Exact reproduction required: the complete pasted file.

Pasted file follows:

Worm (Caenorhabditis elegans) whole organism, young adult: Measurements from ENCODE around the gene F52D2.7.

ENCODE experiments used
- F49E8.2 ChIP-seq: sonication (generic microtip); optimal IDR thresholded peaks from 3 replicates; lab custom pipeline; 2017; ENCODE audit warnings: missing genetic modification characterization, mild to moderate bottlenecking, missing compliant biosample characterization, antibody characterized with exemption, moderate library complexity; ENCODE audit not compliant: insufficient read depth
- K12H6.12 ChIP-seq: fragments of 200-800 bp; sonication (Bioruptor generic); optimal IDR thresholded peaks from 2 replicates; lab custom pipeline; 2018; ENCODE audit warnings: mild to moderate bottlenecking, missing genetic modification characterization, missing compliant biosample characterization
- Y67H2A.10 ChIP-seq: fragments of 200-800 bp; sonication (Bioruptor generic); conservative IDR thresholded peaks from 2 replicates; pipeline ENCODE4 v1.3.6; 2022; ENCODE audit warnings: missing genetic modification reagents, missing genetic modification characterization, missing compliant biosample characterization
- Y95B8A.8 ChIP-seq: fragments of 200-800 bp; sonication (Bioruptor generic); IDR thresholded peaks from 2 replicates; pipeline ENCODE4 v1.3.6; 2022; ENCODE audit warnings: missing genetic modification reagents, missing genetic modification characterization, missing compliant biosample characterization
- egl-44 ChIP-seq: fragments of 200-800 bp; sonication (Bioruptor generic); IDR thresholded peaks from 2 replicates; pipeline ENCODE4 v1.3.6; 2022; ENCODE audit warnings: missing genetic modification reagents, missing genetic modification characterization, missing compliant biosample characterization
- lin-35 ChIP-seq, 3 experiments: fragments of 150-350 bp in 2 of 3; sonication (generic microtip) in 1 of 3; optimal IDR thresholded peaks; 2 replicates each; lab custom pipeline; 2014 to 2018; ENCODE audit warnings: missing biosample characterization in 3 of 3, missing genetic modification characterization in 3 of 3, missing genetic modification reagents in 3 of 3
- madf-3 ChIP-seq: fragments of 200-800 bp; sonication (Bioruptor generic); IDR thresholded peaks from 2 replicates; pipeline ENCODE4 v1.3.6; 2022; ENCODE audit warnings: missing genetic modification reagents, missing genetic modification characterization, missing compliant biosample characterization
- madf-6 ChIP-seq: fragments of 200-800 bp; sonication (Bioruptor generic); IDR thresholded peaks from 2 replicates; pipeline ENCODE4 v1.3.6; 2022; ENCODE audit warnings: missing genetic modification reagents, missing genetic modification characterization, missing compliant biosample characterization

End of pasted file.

Worm (Caenorhabditis elegans) whole organism, young adult: Measurements from ENCODE around the gene F52D2.7.

ENCODE experiments used
- F49E8.2 ChIP-seq: sonication (generic microtip); optimal IDR thresholded peaks from 3 replicates; lab custom pipeline; 2017; ENCODE audit warnings: missing genetic modification characterization, mild to moderate bottlenecking, missing compliant biosample characterization, antibody characterized with exemption, moderate library complexity; ENCODE audit not compliant: insufficient read depth
- K12H6.12 ChIP-seq: fragments of 200-800 bp; sonication (Bioruptor generic); optimal IDR thresholded peaks from 2 replicates; lab custom pipeline; 2018; ENCODE audit warnings: mild to moderate bottlenecking, missing genetic modification characterization, missing compliant biosample characterization
- Y67H2A.10 ChIP-seq: fragments of 200-800 bp; sonication (Bioruptor generic); conservative IDR thresholded peaks from 2 replicates; pipeline ENCODE4 v1.3.6; 2022; ENCODE audit warnings: missing genetic modification reagents, missing genetic modification characterization, missing compliant biosample characterization
- Y95B8A.8 ChIP-seq: fragments of 200-800 bp; sonication (Bioruptor generic); IDR thresholded peaks from 2 replicates; pipeline ENCODE4 v1.3.6; 2022; ENCODE audit warnings: missing genetic modification reagents, missing genetic modification characterization, missing compliant biosample characterization
- egl-44 ChIP-seq: fragments of 200-800 bp; sonication (Bioruptor generic); IDR thresholded peaks from 2 replicates; pipeline ENCODE4 v1.3.6; 2022; ENCODE audit warnings: missing genetic modification reagents, missing genetic modification characterization, missing compliant biosample characterization
- lin-35 ChIP-seq, 3 experiments: fragments of 150-350 bp in 2 of 3; sonication (generic microtip) in 1 of 3; optimal IDR thresholded peaks; 2 replicates each; lab custom pipeline; 2014 to 2018; ENCODE audit warnings: missing biosample characterization in 3 of 3, missing genetic modification characterization in 3 of 3, missing genetic modification reagents in 3 of 3
- madf-3 ChIP-seq: fragments of 200-800 bp; sonication (Bioruptor generic); IDR thresholded peaks from 2 replicates; pipeline ENCODE4 v1.3.6; 2022; ENCODE audit warnings: missing genetic modification reagents, missing genetic modification characterization, missing compliant biosample characterization
- madf-6 ChIP-seq: fragments of 200-800 bp; sonication (Bioruptor generic); IDR thresholded peaks from 2 replicates; pipeline ENCODE4 v1.3.6; 2022; ENCODE audit warnings: missing genetic modification reagents, missing genetic modification characterization, missing compliant biosample characterization